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What Do Employers Want from Graduates?. Dr David Docherty, Chief Executive, CIHE. The Platonic Ideal of the Graduate. Cross between Richard Branson, Stephen Hawking, Katharine Hepburn and Boudicca. Ineffable cool. Commercial Acumen. Pitching ability. Aggressive Leadership.

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What do employers want from graduates

What Do Employers Want from Graduates?

Dr David Docherty, Chief Executive, CIHE

The Platonic Ideal of the Graduate

  • Cross between Richard Branson, Stephen Hawking, Katharine Hepburn and Boudicca.

Ineffable cool

Commercial Acumen

Pitching ability

Aggressive Leadership

Outside Plato’s Test Tube

What do employers want?

  • Joint CIHE/CBI Survey – Talent Fishing

  • The Fuse- Igniting High Growth in the Creative, Digital and IT industries.

  • Manufacturing Talent 20:30

Learning to Learn

‘One of the most crucial roles for universities is

to enable graduates to learn how to learn. The

majority of technical skills being taught in

universities will be defunct by the time young

people are ten years into their careers.’

Gavin Patterson – CEO, BT Retail

T-Shaped Graduates

‘The era where we can afford multidisciplinary groups is becoming unaffordable. We need universities to develop graduates with interdisciplinary skills, or who can lead interdisciplinary teams.’

Anne Morrison, Director of the BBC Academy

Mash-up Graduates

‘Producers, Engineers and Technologists will

increasingly converge into teams working

together to deliver interface, service and content – as one product – rather than different teams working in isolation and then hoping to tie the solution together.’

BBC Engineer of the Future

Leader from the front, sides, and rear

  • “leadership ... transcends all walks of life”

  • “leaders … are the only sustainable source of success in this changing world”

  • “...traditional leadership models are becoming outdated.”

  • “For the new leaders, specific academic or technical knowledge is increasingly just a part of the overall picture... we’re looking for rounded individuals with a broader skill set.”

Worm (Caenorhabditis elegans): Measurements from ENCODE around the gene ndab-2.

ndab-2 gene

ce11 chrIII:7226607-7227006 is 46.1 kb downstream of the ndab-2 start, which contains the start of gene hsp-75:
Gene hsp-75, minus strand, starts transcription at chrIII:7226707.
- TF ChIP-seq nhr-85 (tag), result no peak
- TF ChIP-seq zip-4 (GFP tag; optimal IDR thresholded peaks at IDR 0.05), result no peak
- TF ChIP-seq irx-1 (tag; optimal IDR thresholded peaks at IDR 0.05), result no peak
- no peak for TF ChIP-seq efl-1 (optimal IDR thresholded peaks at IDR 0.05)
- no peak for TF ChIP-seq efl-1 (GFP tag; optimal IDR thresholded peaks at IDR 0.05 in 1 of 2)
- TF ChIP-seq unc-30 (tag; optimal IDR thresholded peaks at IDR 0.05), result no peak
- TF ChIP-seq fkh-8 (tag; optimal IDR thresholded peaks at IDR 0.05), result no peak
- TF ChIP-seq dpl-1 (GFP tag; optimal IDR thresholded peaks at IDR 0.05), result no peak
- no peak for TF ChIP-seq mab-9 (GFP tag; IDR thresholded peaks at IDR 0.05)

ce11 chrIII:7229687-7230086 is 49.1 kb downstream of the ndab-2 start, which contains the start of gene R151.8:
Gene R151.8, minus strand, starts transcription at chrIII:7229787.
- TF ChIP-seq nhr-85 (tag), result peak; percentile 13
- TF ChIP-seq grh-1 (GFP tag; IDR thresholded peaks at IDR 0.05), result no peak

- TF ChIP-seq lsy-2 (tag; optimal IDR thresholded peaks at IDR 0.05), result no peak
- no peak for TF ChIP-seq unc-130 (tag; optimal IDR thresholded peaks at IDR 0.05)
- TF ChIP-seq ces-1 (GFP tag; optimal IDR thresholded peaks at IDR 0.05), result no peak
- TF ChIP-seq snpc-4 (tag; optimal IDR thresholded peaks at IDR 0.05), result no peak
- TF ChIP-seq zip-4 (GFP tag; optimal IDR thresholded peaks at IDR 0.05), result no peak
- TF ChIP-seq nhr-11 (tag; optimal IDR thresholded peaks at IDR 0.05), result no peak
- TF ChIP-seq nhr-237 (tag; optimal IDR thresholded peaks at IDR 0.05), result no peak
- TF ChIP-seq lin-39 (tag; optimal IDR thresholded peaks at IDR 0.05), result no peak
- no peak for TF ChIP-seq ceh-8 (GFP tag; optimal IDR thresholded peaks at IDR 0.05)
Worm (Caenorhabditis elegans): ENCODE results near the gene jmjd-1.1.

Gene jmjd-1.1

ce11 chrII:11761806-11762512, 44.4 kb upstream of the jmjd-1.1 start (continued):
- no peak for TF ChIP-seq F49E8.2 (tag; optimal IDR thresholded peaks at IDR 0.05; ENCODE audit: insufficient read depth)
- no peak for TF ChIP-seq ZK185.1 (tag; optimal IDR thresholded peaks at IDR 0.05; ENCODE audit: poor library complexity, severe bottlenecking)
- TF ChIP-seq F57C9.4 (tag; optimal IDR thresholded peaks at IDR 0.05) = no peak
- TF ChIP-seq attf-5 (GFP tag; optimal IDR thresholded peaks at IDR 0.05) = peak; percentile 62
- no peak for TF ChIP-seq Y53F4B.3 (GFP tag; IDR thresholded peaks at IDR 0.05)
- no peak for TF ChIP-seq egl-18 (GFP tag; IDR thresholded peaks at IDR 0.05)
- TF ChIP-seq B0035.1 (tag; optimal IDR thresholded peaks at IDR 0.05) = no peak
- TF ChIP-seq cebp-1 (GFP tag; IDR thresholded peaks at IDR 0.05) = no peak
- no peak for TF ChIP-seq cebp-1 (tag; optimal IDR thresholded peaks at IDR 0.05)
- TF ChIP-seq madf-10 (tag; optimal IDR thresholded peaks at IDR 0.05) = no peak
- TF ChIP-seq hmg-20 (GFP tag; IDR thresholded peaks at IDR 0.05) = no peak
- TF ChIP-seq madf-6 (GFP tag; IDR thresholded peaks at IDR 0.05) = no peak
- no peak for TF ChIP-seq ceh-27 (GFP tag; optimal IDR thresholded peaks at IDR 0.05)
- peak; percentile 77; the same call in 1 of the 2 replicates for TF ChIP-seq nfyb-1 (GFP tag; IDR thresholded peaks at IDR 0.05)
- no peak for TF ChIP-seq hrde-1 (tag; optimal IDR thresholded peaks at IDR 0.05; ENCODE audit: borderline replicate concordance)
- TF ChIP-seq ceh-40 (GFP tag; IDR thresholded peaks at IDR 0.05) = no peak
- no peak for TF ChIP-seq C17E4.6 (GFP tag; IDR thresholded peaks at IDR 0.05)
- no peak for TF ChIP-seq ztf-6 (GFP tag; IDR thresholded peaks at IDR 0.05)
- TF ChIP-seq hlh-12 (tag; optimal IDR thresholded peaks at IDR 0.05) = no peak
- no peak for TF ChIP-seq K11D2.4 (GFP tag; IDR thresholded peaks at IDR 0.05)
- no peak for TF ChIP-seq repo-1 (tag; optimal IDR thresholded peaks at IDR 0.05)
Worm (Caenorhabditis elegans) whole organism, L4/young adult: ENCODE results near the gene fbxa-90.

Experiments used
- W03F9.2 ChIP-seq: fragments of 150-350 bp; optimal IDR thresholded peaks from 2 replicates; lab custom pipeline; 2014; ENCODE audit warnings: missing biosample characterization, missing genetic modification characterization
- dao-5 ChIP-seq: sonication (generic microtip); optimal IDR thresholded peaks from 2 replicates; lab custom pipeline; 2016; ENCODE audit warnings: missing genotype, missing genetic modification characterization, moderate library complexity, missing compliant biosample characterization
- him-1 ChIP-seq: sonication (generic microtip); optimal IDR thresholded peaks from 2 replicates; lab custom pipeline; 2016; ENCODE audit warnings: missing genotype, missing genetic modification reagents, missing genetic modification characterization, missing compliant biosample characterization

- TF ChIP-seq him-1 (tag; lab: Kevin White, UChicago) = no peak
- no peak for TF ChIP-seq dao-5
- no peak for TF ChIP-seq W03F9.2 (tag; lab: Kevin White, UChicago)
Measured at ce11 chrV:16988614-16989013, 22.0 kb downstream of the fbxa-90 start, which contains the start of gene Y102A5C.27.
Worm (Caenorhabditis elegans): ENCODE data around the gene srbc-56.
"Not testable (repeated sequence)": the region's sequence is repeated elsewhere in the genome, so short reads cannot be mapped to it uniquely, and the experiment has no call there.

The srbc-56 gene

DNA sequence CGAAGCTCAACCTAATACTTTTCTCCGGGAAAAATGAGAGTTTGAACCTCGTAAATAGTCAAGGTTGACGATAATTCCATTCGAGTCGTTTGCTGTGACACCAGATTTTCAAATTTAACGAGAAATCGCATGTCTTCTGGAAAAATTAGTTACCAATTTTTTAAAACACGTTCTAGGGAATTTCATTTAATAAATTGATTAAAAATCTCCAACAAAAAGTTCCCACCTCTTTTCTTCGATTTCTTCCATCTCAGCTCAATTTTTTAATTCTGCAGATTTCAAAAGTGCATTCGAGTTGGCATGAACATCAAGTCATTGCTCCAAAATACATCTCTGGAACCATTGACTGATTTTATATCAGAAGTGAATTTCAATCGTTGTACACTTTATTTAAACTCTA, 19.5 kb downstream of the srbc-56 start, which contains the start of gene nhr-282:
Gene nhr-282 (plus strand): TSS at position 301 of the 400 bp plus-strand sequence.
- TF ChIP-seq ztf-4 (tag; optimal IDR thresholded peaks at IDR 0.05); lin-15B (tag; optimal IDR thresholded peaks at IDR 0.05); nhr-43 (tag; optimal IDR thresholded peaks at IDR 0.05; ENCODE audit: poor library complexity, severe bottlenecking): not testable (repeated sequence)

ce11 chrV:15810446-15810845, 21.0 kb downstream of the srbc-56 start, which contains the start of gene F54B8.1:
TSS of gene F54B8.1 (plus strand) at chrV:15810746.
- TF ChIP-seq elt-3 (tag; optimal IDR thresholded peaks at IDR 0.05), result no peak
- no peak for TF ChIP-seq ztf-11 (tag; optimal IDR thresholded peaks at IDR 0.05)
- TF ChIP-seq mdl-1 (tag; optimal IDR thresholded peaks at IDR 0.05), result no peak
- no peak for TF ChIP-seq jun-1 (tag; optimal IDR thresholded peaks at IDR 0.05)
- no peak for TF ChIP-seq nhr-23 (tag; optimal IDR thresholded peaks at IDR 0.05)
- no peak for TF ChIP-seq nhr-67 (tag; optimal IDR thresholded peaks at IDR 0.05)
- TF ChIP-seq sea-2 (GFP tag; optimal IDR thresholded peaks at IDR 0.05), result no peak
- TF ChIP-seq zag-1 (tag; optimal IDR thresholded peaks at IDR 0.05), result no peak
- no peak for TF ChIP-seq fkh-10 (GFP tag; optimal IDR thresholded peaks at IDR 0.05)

Jeremy Darroch, CEO of Sky, Believe in Better, CIHE 2010

The Shape of Things to Come

  • 20:30 give us only five generations of graduates to address the manufacturing challenges of the economy:

  • Low Carbon

  • High Tech

  • Value and Service Added

    Success will come from brightest and best women, ethnic minorities and immigrants.

The Good News

Big business likes to hire post-graduates

Three types of employers

Same Difference:

  • Recruited in the same round as other graduates

  • Paid the same

  • Same career trajectory (though a bit more mature)

    One step up:

  • Some research skills or specialist knowledge or capabilities relevant to the work expected to do.

  • Not differentiated from Bachelor plus work experience

    Specialists wanted:

  • Passionate about their science or subject

  • More mature

  • Solving a special problem in the business

  • Leading specialists

Why are high level skills important?

“Innovation, entrepreneurship, management, leadership and research and development”

Leitch Report


There’s always a but...

Question: What is the value of recruiting post grads?

Masters Ph.D

  • Subject-specific specialist knowledge 46%62%

  • Research/technical skills 33% 56%

  • Analytical thinking/problem solving skills 52% 58%

  • Maturity 15% 21%

  • New ideas, help innovate 23% 39%

  • Guaranteed high calibre candidates 6% 10%

  • Future leadership potential 16% 9%

    If post-graduate education is a premium ‘brand’ of higher education, why isn’t it a guarantor of quality in the eyes of recruiters?

What can be done?

  • Best relationships are deep and long-lasting

  • joint course development;

  • guest lecturing;

  • staff secondments;

  • external supervision;

  • work placements and visits;

  • co-sponsored research projects and mentoring (no student left behind)

Big Questions

  • Do universities need to focus more on quality and leadership potential?

  • Businesses need to be become better at articulating what they need.

  • We need to think long-term.

  • But crucially: We must think together.